ORMs have been a huge time saver for society. They line up pretty well with the “enterprise”-y software most of us write. They eliminate a good class of potential errors involved in marshalling data through SQL. The amount of things only expressible in SQL has gone way down over the years.

There is a bit of a danger in how ORMs get used. The classy nature of ORMs make us reach for seductively simple OOP tools. But these tools cut us sharply, especially when working in a language without much static checking.

I want to show you a safer way of working with ORMs. Ones that rely on some more basic primitives, but that will avoid many common mistakes that I have experienced in the past with the standard ways.

Let’s say you’re building a simple Django messaging app:

class Message(models.Model):
    date = models.DateField(default=datetime.now)
    sender = models.ForeignKey(User)
    receiver = models.ForeignKey(User)
    body = models.TextField()

So you have this raw model that gives you a nice interface to the database to create messages, and query for messages.

You could write pages to send messages and view them:

 def inbox_view(request):
     messages = Message.objects.filter(receiver=request.user)
     return render( 'inbox.html', { 'messages': messages })

  def send_message_view(request, receiver_id):
     receiver = User.objects.get(username=receiver_id)
     # create the message
     Message.objects.create(
         sender=request.user,
         receiver=receiver,
         body=request.POST
     )

     return redirect(inbox_view)

You release your app and it mostly works. But then the first feature request comes in: users want to be notified by email when someone sends them a message.

We’ll just add a function call to the controller that sends messages:

  def send_message_view(request, receiver_id):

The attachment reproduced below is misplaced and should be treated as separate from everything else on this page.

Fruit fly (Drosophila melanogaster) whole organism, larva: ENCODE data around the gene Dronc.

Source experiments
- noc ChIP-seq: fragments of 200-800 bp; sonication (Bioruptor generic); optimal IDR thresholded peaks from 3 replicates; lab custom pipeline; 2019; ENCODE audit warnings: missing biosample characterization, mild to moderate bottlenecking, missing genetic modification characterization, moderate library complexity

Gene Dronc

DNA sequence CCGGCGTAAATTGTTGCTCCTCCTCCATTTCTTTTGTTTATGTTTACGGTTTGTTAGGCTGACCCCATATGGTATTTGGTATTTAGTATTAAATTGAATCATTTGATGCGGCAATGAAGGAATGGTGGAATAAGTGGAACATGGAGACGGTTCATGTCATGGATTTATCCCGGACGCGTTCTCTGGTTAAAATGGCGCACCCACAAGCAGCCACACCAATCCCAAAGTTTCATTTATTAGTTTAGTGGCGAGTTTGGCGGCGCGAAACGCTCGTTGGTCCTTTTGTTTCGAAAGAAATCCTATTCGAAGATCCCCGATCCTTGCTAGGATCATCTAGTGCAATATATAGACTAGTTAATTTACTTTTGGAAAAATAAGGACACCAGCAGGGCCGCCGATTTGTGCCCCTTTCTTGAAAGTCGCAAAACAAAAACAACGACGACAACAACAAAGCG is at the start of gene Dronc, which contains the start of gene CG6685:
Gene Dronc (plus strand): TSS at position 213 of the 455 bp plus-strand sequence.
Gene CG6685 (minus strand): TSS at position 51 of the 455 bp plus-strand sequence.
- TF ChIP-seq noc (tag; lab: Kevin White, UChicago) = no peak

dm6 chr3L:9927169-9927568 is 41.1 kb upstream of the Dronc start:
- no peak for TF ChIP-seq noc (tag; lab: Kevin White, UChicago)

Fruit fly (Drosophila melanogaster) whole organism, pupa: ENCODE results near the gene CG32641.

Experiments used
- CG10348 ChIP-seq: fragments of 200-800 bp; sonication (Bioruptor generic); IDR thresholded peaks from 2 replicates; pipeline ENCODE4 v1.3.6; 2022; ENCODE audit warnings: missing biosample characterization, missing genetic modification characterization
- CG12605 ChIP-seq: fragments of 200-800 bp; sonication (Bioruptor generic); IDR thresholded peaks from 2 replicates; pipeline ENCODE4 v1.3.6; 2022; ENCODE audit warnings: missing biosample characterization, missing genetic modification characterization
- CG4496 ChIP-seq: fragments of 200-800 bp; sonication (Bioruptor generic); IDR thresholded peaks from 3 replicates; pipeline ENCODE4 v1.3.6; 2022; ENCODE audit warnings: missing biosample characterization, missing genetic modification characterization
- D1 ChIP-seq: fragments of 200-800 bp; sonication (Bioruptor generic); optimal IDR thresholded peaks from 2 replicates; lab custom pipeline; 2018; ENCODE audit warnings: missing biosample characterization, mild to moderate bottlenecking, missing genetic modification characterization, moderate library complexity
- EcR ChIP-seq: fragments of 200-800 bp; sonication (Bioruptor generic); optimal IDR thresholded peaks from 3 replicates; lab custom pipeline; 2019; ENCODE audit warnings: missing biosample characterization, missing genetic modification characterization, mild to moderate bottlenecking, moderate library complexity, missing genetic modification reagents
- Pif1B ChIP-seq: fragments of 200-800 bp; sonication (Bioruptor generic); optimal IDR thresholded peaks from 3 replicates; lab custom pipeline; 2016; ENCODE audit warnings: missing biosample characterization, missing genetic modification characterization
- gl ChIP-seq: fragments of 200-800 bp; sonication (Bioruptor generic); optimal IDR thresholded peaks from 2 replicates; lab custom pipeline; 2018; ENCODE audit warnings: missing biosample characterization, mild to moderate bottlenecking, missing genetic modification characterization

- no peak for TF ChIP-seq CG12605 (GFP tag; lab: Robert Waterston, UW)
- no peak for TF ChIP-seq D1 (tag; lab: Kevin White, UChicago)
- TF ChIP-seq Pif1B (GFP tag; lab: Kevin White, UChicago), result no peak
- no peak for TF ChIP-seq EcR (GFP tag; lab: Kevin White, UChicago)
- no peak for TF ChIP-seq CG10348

...
      send_email(receiver.email, "You have a new message!")
      ....

Another feature request comes in, to bulk send messages to many users:

  def send_bulk_message_view(request):
      ...
      for receiver in receiver_list:
          Message.objects.create(
             sender=request.user,
             receiver=receiver,
             body=message_body
          )

The straightforward way to write this, but we missed a spot! We forgot to add notifications!

Clearly we should be sending notifications no matter what the sending method is.

The usual ORM approach is to override the saving mechanism in your model. No matter where you create your messages, you should send a notification:

class Message(models.Model):
    ...
    def save(self, *args, **kwargs):
       super(Message, self).save(*args, **kwargs)
       send_email(self.receiver.email, "You have a new message!")

Awesome, all creations should be caught, and you’ll always send the notification.

You add a feature to edit the messages.

Editing the message calls the model save method, so now a user gets a notification each time the message is edited. Time to fix that as well:

 class Message(models.Model):
    ...
    def save(self, *args, **kwargs):